A seed is a marvellous thing – it can make barren ground fruitful – BUT a seed is extremely weak and vulnerable. It depends entirely on the kind of soil in which it is sown. If the soil is lacking, the seed will come to nothing; if the soil is good, it will produce a rich harvest.

So it is with a word. A word is a powerful thing. It can comfort, inspire, teach, correct, challenge, change a life – OR it can come to nothing. It is completely dependent upon the attitude of the one who hears it.

The parable of the sower makes for good reading at this time of year.

We know what happened when some seed fell onto stony ground - it took root - and soon withered away because of lack of soil and moisture.

So it is with people who hear the word – but when it comes to carrying it out – they lose enthusiasm and quickly abandon it.

Some seed fell into ground where weeds lay in wait – the seed gets a good start then the weeds appear and the seed gets smothered.

There are people who receive the word – BUT they have so many other interests, that the most important gets crowded out – too busy to pray or attend worship.

Finally, some seed fell on good soil – putting down strong roots, found nourishment and produce a good harvest.

This goes for people who hear the word, understand it and then act on it. Their lives are enriched by it.

The seed of God’s word, once dropped into the human heart, never dies. It is never too late to act on the word of God.

The word of God is a seed, it comes to us as a friend. It is a sign of God’s love for us. Through His word God calls us to a fuller and more fruitful life. Its purpose is to enrich us and that enrichment is the result when a person hears the word and acts on it.

If we refuse to receive the word, or if we receive it and don’t act on it, we are the losers.

Read the parable Matthew 13: 1-23 and then decide which seed you are.


Yours in Christ


Father Roland

John Hartley - September 2019

posted 27 Sep 2019, 08:22 by Richard Jones   [ updated 27 Sep 2019, 08:22 ]

Vicar’s Message


Dear Friends


 Whilst thinking about what to write as my contribution to this month’s ‘clergy offering’ for the United Benefice I was shown some thoughts about life, based on the theme of Noah’s Ark.   I am pleased to share with you the thoughts – passed on to me by Sue Brown (of Mellor) who received them from ‘a friend of a friend’.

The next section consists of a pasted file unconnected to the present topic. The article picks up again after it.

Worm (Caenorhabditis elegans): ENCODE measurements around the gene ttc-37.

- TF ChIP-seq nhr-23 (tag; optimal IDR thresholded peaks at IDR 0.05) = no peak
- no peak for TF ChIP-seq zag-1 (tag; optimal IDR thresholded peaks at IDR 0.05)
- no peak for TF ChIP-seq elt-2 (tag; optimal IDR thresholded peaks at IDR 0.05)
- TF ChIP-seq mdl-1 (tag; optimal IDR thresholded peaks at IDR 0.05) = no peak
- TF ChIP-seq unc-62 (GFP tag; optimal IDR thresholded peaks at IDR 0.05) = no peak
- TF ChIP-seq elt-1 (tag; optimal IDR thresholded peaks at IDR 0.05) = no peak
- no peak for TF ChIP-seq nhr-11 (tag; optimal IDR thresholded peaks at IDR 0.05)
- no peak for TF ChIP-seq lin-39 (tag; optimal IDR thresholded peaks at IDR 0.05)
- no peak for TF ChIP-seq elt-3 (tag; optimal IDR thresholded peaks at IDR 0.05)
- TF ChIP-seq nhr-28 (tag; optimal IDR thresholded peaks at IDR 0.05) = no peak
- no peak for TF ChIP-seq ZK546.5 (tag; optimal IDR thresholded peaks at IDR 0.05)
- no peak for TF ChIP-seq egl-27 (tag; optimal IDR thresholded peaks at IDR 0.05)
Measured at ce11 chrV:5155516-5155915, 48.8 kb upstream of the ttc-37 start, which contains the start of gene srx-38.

The piece is entitled ‘Everything I need to know about life, I learned from Noah’s Ark….’


   1 Don’t miss the boat.

  2 Remember that we are all in the same boat.

  3 Plan ahead.  It wasn’t raining when Noah built the Ark.

  4 Stay fit.  When you are 600 years old, someone may ask you to do something really big.

  5 Don’t listen to critics;  just get on with the job that needs to be done.

  6 Build your future on high ground.

  7 For safety sake, travel in pairs.

  8 Speed isn’t always an advantage.  The snails were on board with the cheetahs.

  9 When you’re stressed, float a while.

10 Remember, the Ark was built by amateurs;  the Titanic by professionals.

11 No matter the storm, when you are with God, there’s always a rainbow waiting …


 I think the above points show that life can be very ‘matter of fact’ at times, though it’s never as straight forward as we would wish it to be.   As we know from experience, life can be very complicated, both exhilarating and daunting. Yet, when we consider the thoughts expressed in ‘Noah’s Ark’ much of life is actually a matter of common sense – an ‘attribute’ that, sadly, seems to have disappeared from life, as we try to grapple with life’s ‘complexities’ facing us.


 Whatever your thoughts on this, why not cut out from this magazine ‘Noah’s Ark’ and display somewhere in your home – how about in the kitchen or wherever you put those little ‘ditties’, etc..

   

With every blessing

John Hartley


Rev Jane - July and August 2019

posted 2 Sep 2019, 09:29 by Richard Jones   [ updated 2 Sep 2019, 09:30 ]

Dear friends


Having spent almost 20 years as a primary school teacher in my previous working life, the six-week summer holiday was a   treasured time to relax, recharge, regroup, and prepare for the rigours of the next academic year. A fortnight’s holiday to foreign parts was a chance for a much needed break as I immersed myself in a foreign culture – hopefully with some sunshine!


From the Gospels, we know that Our Lord periodically took Himself off to recharge both His physical and spiritual batteries, and to give Himself time to hear afresh the voice of God speaking to Him.  Surely if Christ Himself felt the need to take time-out, how much more should we?


In the early days of Christianity, the Egyptian desert became the chosen place of retreat for those seeking to hear God’s voice. They wanted to escape the hustle and bustle of the distractions of the increasingly secular world, and focus on God.  But the ‘distractions’ existing in those days were as nothing compared to those we experience today.